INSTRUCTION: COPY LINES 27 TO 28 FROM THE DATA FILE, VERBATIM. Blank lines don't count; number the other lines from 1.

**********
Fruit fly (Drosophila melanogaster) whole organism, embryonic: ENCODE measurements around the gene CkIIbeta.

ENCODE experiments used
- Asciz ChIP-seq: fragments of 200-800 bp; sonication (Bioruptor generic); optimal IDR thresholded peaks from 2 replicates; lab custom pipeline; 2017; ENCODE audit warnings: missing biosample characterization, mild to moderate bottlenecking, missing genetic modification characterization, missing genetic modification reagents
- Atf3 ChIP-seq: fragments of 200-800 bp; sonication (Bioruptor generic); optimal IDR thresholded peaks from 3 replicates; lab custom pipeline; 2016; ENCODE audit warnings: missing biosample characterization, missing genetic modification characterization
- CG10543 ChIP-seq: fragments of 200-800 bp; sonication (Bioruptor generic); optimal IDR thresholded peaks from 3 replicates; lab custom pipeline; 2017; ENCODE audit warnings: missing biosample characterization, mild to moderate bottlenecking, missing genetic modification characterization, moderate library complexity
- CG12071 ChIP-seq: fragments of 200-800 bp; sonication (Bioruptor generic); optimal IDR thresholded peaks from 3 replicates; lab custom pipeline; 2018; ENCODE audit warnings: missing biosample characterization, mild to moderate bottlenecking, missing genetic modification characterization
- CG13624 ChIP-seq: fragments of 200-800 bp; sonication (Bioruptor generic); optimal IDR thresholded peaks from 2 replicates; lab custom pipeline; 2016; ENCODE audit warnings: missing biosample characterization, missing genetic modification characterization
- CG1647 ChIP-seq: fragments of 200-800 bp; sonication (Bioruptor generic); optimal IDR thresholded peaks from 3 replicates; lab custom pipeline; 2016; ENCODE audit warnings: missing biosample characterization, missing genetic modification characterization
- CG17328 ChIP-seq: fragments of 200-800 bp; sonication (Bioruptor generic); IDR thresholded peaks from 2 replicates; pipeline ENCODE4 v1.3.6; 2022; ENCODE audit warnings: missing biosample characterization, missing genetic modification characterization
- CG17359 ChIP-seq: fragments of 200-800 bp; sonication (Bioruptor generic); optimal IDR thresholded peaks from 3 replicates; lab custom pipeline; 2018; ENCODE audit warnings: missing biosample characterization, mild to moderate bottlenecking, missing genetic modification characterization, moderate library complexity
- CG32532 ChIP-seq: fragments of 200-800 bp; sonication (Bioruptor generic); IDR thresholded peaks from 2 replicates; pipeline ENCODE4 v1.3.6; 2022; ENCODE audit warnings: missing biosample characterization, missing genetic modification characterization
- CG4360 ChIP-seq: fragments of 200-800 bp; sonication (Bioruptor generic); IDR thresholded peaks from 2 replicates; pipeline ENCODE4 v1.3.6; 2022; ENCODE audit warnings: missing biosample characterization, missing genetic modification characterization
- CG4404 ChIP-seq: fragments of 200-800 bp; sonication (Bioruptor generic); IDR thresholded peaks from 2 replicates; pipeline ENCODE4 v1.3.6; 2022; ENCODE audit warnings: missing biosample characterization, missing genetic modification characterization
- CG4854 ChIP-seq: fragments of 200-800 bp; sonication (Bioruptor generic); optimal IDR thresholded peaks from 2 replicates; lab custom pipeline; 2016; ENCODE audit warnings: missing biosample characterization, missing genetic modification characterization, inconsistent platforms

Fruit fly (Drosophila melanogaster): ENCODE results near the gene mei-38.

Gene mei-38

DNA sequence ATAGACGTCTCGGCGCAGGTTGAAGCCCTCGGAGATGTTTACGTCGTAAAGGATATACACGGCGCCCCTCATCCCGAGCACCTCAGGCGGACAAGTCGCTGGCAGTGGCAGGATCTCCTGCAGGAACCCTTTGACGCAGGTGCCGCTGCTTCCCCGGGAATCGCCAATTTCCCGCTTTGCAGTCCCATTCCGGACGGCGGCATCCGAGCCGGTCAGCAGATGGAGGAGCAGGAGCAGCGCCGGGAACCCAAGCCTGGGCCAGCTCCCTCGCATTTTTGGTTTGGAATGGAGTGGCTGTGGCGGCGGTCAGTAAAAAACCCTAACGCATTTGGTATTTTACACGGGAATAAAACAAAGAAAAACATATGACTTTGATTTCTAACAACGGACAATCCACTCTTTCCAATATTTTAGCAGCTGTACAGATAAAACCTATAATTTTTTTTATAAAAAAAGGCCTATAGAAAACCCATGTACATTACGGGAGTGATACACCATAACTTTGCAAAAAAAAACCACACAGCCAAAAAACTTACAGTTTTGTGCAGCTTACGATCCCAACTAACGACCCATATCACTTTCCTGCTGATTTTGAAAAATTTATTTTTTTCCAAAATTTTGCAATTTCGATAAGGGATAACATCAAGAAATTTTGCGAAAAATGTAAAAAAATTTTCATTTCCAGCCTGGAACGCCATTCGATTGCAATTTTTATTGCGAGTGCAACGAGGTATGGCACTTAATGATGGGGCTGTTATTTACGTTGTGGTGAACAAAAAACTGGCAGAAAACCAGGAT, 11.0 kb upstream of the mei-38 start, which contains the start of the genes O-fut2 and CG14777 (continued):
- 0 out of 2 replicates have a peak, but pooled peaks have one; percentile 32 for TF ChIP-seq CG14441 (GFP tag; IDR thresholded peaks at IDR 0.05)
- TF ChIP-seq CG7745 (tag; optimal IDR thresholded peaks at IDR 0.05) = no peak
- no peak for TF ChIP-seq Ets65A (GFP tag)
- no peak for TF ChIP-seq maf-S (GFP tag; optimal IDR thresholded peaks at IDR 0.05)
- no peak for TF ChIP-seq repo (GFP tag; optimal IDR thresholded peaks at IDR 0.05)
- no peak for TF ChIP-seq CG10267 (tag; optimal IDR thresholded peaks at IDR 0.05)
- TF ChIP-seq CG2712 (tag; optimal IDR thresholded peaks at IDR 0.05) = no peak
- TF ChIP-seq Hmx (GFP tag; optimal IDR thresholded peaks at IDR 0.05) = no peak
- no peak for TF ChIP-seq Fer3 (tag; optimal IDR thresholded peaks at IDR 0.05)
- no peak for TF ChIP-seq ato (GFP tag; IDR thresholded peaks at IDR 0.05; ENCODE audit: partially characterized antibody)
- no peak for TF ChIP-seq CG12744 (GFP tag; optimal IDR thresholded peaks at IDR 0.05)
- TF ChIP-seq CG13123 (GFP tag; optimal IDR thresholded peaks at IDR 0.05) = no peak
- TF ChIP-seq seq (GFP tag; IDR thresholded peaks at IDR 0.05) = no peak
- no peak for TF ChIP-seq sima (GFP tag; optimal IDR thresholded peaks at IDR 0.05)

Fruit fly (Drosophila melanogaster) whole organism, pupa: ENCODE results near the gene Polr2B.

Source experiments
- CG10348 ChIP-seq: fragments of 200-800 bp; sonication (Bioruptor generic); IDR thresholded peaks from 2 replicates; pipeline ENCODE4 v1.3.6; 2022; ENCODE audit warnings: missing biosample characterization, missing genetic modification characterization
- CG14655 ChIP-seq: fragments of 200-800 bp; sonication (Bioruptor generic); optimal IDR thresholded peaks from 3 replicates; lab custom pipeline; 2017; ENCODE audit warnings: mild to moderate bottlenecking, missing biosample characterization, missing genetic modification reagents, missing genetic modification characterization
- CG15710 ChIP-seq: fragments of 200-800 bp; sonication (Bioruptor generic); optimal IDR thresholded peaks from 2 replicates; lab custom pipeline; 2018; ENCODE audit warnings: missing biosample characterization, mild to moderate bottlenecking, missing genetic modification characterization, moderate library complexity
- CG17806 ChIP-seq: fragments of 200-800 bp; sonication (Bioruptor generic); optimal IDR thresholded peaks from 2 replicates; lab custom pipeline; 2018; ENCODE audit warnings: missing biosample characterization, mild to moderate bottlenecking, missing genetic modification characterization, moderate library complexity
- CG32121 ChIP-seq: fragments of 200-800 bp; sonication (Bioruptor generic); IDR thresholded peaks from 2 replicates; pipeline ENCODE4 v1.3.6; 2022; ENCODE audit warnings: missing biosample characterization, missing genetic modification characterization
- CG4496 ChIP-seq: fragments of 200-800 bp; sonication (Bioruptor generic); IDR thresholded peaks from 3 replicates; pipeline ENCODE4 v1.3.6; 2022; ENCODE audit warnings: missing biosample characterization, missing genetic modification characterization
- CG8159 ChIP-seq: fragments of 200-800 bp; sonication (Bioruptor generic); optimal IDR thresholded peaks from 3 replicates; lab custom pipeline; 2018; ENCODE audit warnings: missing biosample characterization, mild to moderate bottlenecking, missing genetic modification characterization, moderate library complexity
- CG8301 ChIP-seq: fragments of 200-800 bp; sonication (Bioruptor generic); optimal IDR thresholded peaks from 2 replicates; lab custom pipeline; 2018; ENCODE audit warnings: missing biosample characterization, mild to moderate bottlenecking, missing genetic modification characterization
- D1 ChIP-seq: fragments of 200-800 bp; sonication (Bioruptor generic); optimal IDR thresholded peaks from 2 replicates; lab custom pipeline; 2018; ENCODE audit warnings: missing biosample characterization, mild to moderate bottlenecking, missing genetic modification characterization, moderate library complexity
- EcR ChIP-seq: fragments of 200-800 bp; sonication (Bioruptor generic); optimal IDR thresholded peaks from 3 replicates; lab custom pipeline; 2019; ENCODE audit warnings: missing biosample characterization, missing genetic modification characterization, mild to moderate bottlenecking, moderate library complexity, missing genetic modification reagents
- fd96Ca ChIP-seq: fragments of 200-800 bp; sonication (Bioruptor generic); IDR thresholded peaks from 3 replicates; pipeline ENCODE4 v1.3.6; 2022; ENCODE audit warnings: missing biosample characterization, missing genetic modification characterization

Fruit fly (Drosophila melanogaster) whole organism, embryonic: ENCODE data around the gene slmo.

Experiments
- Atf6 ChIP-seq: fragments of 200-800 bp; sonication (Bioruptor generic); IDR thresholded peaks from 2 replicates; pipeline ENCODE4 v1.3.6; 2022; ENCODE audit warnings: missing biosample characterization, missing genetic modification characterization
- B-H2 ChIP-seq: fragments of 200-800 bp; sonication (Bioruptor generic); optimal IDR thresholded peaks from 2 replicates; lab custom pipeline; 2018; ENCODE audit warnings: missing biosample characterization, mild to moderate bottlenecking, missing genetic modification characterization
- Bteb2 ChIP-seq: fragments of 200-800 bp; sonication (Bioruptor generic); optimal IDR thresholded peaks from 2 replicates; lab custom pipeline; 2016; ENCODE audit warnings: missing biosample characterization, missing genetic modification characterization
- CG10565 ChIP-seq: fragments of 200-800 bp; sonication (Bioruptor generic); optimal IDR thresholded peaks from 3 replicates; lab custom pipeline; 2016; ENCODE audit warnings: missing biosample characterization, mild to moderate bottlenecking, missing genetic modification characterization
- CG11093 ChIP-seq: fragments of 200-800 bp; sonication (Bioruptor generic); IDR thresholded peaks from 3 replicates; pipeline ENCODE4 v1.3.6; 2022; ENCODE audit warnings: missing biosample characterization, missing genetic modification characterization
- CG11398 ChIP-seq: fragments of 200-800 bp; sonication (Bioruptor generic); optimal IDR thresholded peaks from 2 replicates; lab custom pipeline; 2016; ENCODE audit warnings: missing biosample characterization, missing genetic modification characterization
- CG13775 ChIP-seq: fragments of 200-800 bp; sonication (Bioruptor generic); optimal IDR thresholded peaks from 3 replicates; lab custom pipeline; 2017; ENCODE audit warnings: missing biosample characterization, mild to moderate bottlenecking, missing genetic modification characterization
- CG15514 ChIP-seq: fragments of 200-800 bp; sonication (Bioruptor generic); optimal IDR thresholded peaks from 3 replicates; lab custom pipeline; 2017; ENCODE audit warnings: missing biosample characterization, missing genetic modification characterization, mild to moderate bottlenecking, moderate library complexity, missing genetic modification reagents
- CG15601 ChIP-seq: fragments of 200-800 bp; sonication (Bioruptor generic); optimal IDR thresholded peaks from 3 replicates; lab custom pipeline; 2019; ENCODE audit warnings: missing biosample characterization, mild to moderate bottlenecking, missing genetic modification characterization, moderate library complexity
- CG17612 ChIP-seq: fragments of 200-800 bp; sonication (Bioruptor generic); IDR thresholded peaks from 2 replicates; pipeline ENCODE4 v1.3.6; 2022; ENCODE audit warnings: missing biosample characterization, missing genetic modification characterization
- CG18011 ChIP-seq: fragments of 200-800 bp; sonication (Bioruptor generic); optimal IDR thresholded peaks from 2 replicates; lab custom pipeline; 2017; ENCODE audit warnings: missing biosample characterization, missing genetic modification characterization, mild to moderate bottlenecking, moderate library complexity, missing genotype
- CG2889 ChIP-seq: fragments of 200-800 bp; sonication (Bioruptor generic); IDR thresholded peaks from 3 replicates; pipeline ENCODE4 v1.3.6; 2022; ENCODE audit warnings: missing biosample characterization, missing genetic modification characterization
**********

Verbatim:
- no peak for TF ChIP-seq ato (GFP tag; IDR thresholded peaks at IDR 0.05; ENCODE audit: partially characterized antibody)
- no peak for TF ChIP-seq CG12744 (GFP tag; optimal IDR thresholded peaks at IDR 0.05)